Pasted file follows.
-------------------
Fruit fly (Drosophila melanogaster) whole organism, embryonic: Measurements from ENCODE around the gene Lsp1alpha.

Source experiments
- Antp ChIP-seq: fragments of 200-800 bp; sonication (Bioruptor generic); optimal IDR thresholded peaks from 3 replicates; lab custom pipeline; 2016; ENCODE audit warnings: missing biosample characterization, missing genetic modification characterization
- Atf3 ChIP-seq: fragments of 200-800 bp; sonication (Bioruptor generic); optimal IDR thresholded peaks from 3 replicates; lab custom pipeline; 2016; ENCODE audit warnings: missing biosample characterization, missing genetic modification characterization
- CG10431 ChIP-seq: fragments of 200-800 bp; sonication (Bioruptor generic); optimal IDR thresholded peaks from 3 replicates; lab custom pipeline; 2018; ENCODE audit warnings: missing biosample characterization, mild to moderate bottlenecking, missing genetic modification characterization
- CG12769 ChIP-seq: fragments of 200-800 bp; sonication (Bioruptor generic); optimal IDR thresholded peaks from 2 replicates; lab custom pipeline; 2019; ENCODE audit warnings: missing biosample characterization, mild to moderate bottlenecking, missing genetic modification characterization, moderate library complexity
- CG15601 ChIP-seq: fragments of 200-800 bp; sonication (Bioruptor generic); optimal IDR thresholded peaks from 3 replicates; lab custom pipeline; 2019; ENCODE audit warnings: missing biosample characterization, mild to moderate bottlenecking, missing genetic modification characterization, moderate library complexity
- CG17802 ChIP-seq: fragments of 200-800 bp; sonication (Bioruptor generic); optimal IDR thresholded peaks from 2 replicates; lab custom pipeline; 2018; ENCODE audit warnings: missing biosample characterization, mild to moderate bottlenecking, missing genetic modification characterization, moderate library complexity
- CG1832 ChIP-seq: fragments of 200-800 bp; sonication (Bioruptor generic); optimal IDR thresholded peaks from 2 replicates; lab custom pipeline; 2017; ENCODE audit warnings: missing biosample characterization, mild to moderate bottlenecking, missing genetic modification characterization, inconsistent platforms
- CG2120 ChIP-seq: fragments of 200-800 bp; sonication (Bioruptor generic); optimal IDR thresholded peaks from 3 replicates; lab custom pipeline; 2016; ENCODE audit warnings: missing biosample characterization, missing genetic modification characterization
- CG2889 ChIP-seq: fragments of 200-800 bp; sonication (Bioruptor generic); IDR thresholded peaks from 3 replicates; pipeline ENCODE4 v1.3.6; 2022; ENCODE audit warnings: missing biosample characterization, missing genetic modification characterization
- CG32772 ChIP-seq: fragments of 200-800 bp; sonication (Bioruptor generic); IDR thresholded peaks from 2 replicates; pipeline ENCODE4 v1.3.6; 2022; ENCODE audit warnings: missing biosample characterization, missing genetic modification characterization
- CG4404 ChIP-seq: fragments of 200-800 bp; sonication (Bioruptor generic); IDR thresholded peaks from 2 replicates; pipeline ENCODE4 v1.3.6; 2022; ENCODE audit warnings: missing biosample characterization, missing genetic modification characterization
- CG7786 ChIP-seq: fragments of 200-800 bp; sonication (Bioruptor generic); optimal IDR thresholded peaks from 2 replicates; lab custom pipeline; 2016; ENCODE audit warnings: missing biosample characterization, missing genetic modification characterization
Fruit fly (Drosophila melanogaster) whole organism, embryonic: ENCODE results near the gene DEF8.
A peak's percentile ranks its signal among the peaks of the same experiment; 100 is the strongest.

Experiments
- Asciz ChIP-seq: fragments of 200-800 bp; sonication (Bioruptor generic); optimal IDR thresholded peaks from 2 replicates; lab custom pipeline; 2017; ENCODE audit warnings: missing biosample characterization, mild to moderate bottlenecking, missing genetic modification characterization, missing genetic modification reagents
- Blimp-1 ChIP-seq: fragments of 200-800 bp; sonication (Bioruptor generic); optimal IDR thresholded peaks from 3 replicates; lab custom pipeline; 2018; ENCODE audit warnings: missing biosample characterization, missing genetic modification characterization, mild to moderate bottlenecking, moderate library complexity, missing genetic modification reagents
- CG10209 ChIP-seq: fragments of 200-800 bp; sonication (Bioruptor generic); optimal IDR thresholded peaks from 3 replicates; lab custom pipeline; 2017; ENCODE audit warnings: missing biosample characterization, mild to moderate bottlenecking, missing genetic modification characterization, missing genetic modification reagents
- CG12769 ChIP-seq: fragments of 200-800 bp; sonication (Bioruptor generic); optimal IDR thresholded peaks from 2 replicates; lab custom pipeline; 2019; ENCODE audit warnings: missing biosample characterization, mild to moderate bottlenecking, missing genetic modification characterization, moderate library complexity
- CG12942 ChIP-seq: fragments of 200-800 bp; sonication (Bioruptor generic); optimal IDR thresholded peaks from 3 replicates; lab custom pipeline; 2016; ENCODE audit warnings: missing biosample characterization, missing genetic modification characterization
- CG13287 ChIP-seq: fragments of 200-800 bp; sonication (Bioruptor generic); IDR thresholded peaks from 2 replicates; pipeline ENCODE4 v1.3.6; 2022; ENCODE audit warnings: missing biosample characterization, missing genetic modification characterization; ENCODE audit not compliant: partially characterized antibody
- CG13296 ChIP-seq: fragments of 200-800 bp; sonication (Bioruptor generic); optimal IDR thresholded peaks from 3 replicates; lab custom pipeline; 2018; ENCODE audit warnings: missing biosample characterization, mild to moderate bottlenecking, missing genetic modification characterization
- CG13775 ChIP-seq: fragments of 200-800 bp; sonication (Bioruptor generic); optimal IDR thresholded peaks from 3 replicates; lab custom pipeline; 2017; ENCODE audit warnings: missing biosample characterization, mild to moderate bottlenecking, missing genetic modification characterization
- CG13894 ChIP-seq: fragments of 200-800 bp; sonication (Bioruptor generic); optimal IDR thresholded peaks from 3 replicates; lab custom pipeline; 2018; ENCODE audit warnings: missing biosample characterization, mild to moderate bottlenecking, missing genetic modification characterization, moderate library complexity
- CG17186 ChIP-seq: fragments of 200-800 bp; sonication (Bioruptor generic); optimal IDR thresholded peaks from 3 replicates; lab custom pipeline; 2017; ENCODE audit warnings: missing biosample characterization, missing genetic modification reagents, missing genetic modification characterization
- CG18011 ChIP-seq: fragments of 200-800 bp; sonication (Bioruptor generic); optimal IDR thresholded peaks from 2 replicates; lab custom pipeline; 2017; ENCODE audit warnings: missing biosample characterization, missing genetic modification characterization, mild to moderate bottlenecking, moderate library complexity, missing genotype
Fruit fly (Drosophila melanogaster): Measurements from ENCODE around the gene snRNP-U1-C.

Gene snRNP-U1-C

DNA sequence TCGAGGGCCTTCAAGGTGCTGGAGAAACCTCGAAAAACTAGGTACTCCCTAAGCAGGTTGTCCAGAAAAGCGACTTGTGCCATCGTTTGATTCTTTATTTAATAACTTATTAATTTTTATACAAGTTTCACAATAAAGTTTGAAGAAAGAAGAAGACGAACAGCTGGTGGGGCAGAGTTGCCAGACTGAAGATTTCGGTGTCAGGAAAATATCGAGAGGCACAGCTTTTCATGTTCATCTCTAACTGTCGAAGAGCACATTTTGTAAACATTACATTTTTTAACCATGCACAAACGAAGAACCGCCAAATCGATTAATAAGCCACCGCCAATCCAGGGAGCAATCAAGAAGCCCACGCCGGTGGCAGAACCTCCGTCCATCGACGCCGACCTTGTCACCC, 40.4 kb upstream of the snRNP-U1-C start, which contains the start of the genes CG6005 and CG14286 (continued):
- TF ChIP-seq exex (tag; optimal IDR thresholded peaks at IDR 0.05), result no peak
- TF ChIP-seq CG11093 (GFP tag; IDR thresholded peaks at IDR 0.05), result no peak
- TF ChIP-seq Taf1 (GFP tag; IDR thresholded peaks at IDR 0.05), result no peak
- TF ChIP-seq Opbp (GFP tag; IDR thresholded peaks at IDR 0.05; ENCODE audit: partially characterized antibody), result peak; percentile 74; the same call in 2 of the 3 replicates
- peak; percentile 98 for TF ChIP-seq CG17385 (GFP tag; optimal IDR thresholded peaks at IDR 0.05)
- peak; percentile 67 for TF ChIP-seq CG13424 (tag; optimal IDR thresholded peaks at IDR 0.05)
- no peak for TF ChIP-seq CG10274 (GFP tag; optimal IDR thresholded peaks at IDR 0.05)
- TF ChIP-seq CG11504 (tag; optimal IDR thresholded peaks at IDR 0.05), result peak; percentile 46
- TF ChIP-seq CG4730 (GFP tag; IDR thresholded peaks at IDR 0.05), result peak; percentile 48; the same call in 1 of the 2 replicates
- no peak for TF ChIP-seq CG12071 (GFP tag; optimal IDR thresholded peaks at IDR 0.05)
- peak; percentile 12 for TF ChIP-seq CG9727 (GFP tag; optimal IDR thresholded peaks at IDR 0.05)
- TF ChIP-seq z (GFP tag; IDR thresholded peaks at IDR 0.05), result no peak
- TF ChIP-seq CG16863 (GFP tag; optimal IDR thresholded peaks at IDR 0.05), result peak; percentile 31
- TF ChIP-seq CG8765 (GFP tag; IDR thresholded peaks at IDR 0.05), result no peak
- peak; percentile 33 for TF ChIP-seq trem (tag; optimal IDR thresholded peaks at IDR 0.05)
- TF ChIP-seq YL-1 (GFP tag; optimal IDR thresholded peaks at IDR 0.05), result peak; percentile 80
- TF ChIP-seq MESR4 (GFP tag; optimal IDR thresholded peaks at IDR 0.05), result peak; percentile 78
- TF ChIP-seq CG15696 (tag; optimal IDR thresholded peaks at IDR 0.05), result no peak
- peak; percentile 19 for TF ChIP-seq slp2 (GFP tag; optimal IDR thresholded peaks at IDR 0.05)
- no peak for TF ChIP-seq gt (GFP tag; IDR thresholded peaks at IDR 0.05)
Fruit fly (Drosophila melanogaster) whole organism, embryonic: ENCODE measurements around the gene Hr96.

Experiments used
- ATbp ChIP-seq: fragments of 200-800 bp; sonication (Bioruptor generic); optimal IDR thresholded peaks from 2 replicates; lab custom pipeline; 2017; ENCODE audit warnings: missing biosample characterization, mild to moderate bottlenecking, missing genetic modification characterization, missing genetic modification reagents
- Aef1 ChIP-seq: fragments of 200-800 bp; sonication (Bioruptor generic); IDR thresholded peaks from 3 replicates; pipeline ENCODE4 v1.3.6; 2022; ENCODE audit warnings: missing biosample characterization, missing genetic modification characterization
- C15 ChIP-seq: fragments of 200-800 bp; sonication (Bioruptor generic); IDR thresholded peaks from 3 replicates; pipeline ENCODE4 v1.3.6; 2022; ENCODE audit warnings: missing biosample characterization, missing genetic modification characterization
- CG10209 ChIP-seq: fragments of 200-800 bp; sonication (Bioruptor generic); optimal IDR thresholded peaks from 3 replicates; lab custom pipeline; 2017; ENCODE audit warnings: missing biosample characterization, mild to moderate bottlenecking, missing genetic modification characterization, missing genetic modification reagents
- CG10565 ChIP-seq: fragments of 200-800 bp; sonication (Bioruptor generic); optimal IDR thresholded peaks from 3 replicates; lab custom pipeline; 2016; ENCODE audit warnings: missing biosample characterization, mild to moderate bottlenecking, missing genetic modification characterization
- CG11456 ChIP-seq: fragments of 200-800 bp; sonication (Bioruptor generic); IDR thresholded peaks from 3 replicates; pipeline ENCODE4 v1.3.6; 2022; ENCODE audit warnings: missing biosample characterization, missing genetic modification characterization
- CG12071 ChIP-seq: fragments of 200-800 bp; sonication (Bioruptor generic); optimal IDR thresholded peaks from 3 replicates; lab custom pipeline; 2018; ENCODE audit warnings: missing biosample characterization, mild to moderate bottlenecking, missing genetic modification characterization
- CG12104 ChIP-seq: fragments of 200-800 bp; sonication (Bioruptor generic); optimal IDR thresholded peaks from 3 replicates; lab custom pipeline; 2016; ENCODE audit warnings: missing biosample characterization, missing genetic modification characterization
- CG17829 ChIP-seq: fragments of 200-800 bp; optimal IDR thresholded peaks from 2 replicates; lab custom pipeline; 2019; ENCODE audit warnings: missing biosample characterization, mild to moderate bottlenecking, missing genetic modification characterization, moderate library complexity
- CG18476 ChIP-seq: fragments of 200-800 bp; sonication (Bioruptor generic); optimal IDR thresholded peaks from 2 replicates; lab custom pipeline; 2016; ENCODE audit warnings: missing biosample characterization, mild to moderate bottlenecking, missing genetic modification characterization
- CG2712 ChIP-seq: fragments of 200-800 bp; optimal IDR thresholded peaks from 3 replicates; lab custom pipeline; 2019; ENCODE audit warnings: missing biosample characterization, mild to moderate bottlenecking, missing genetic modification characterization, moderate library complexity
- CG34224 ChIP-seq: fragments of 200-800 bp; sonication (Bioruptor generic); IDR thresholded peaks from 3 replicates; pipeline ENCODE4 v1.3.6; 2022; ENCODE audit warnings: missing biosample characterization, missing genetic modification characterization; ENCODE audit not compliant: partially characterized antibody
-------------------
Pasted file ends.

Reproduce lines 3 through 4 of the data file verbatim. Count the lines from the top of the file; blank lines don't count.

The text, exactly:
- Antp ChIP-seq: fragments of 200-800 bp; sonication (Bioruptor generic); optimal IDR thresholded peaks from 3 replicates; lab custom pipeline; 2016; ENCODE audit warnings: missing biosample characterization, missing genetic modification characterization
- Atf3 ChIP-seq: fragments of 200-800 bp; sonication (Bioruptor generic); optimal IDR thresholded peaks from 3 replicates; lab custom pipeline; 2016; ENCODE audit warnings: missing biosample characterization, missing genetic modification characterization